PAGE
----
crabgrass

Large crabgrass (Digitaria sanguinalis)
Photo: Betty Marose

Updated: June 10, 2022

Quick tips for managing common lawn weeds

  • A healthy, dense, vigorous lawn is the best defense against common lawn weeds. Research shows that mowing fescue lawns to 3-4 inches and seeding bare spots will reduce crabgrass infestations. Practices that significantly reduce weeds in lawns include:
  • Identify the weed. This is very important in determining what the next step should be. 
  • Weeds like nutsedge (soil too wet) and common lespedeza (dry, infertile soil) can indicate that growing conditions are poor for grass growth. Moss does not kill grass but moves into shady, moist areas where the grass has thinned out. If poor growing conditions (e.g., low sunlight, poor drainage, acidic and compacted soil) cannot be improved to favor turfgrass, weeds will continue to be a problem.
  • Regular mowing can help reduce weeds that spread from seed. Mow dandelions when they are flowering to prevent them from going to seed.
  • Weeds can be spotted treated with OMRI Listed® organic herbicides instead of conventional herbicides. 

Common lawn weeds

Broadleaf winter annuals

Seeds of these weeds germinate from late summer through fall. Plants overwinter and continue to grow in early spring.

  • chickweed with tiny white flowers

    Chickweed

    Photo: Dr. Kevin Mathias, UMD (retired)

  • deadnettle flower closeup

    Deadnettle

  • hairy bittercress flowers and seed pods

    Hairy Bittercress

    Photo: Betty Marose

  • closeup of henbit leaves

    Henbit

    Photo: Dr. Kevin Mathias, UMD (retired)

  • knawel closeup

    Knawel

  • shepherds purse flowers and seed pods

    Shepherd's Purse

    Photo: Mary Ellen (Mel) Harte, Bugwood.org

  • speedwell foliage

    Speedwell (Veronica spp.)

    Photo: Betty Marose

Grassy winter annual 

Seeds germinate in late summer to early September.

  • annual bluegrass weed with flowers

    Annual Bluegrass

    Photo: University of MD Extension

Broadleaf summer annual weeds

Weed seeds begin to germinate as soils begin to warm up in early spring and continue to germinate throughout the growing season. Annual lawn weeds complete their entire life cycle in a single growing season. However, some of these weeds can also be perennials or biennials (produce leaves the first year and flower the second year).

  • yellow flowers of black medic plant

    Black Medic

    Photo: Karan A. Rawlins, University of Georgia, Bugwood.org

  • carpetweed

    Carpetweed

    Photo: Debra Ricigliano, HGIC

  • lespedeza

    Common Lespedeza or Japanese Clover

    Photo: Rebekah D. Wallace, University of Georgia, Bugwood.org

  • common mallow

    Mallow

     Photo: Betty Marose

  • prostrate spurge

    Prostrate Spurge

  • purslane

    Purslane

Grassy summer annual weeds

Seed germination begins in early to mid-spring, when soil temperatures have risen to 55° - 60° F. for about a week. In Central Maryland; this is typically mid-March through mid-April. Seeds of common home weeds continue to germinate in the summer, and plants are killed by the first frost.

  • crabgrass

    Crabgrass

    Photo: Betty Marose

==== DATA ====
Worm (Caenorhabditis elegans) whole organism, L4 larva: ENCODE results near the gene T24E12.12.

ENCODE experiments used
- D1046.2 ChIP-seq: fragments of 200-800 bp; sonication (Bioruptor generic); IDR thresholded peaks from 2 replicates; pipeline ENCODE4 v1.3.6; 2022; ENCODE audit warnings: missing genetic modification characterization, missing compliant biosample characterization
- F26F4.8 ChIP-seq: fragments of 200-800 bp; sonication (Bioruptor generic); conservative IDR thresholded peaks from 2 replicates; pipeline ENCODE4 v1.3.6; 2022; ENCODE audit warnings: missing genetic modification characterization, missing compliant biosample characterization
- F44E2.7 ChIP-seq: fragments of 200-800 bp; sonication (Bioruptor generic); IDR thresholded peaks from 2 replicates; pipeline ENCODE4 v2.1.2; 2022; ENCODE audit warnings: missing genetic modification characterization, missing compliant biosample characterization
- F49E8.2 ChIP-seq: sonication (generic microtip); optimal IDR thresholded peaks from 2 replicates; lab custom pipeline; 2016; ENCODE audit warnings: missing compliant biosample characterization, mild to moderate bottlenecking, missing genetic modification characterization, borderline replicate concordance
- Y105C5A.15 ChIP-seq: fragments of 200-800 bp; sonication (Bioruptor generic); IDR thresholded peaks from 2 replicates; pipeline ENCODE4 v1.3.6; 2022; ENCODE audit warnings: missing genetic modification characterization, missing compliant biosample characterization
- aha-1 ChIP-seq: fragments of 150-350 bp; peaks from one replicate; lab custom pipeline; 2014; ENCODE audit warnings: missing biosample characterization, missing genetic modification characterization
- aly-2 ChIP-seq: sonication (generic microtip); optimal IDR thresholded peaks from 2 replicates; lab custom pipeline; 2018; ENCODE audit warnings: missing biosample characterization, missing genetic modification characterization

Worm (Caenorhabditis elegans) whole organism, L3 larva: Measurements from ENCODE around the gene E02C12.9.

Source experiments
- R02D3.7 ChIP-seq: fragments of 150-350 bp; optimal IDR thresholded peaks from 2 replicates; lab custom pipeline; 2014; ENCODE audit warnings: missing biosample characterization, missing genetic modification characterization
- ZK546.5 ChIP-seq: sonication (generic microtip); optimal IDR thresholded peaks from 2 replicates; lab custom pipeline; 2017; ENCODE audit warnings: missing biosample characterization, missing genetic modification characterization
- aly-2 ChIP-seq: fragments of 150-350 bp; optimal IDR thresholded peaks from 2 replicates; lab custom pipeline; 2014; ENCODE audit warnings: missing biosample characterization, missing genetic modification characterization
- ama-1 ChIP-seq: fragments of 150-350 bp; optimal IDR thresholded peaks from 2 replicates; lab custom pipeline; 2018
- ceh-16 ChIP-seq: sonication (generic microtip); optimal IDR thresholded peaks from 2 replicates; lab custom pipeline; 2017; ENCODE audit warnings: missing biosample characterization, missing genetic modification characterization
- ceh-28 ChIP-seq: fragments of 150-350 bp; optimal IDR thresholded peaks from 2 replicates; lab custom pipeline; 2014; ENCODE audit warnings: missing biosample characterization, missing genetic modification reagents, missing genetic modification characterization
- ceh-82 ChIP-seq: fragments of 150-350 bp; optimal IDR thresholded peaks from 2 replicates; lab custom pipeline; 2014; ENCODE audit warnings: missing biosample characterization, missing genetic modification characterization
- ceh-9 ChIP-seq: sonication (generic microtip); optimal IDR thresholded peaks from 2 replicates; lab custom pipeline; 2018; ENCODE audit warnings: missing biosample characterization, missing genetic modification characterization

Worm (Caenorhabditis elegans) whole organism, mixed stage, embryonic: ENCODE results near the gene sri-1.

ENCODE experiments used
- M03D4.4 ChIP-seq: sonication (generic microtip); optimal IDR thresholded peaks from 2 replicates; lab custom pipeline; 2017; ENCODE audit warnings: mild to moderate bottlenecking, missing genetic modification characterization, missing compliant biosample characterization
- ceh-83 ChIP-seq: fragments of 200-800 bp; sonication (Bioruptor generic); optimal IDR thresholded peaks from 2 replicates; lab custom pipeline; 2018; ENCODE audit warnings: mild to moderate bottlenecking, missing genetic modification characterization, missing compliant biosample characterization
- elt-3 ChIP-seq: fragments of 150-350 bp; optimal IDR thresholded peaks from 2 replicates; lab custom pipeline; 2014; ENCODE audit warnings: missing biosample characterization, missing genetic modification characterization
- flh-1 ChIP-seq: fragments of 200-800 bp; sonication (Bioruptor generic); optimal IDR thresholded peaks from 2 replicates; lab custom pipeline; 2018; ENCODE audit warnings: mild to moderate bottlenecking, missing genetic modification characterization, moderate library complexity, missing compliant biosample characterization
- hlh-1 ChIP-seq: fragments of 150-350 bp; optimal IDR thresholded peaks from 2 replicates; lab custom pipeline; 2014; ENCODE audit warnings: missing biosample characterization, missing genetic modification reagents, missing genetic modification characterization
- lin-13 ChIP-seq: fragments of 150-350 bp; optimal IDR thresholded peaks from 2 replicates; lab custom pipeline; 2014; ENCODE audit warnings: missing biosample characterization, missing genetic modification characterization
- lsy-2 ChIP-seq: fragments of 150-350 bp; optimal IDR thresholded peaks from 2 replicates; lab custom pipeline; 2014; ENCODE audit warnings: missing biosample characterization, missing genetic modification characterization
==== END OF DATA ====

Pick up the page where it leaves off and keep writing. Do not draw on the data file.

• goosegrass

    Goosegrass

    Photo: Betty Marose

  • Japanese stiltgrass seedlings

    japanese stiltgrass

    Photo: Leslie J. Mehrhoff, University of Connecticut, Bugwood.org

Broadleaf perennial weeds 

Perennials are persistent from year to year. They reproduce by seed and also by vegetative means. This is the largest group of weeds. They range from weeds that are easy to eliminate, to some of the most difficult to manage.

  • immature dock

    Broadleaf and curly dock

    Immature dock foliage

  • plantain

    Broadleaf plantain

    Photo: Betty Marose

  • bulbous buttercup flower

    Buttercup

  • cinquefoil

    Common Cinquefoil

    Photo: David Stephens, Bugwood.org

  • dandelion

    Dandelion

     Photo: Betty Marose

  • light purple ground ivy flowers

    Ground Ivy (creeping Charlie)

    Photo: Leslie J. Mehrhoff, University of Connecticut, Bugwood.org

  • Indian mock strawberry

    Mock Strawberry

    Photo: Betty Marose

  • oxalis

    Oxalis (wood sorrel)

  • red sorrel foliage

    Red Sorrel (sheep)

    Photo: Theodore Webster, USDA Agricultural Research Service, Bugwood.org

  • clover

    White Clover

    Photo: Betty Marose

  • wild garlic or wild onions

    Wild Garlic and Onion

    Photo: Betty Marose

  • wild violet

    Wild Violet

    Photo: Betty Marose

Grassy perennial weeds

These are some of the most difficult weeds to control in a lawn.

  • area full of bermudagrass weeds

    Bermudagrass or wiregrass

    Photo: David J. Moorhead, University of Georgia, Bugwood.org

  • how dallisgrass looks in a lawn

    Dallisgrass

    Photo: John D. Byrd, Mississippi State University, Bugwood.org

  • weedy nimblewill in a lawn

    Nimblewill

    Photo: Ohio State Weed Lab, The Ohio State University, Bugwood.org

  • orchardgrass

    Orchardgrass

    Photo: Dr. Kevin Mathias, UMD

  • quackgrass

    Quackgrass

    Photo: University of Maryland Extension

  • Roughstalk bluegrass. Photo: Mira Talabac, University of Maryland Extension

    Roughstalk Bluegrass

    Photo: Miri Talabac, University of Maryland Extension

Sedges

These plants are not grasses or broadleaf weeds.

  • green kyllinga

    Green Kyllinga

     Photo: NC State University 2005

  • yellow nutsedge

    Yellow Nutsedge

    Photo: HGIC, U of MD Extension

Moss

Technically, is not a weed but sometimes people consider it to be.
It is actually an attractive groundcover in areas where grass does not grow well or is planted and maintained as a lawn alternative.

Moss in Lawns

Moss in the Landscape

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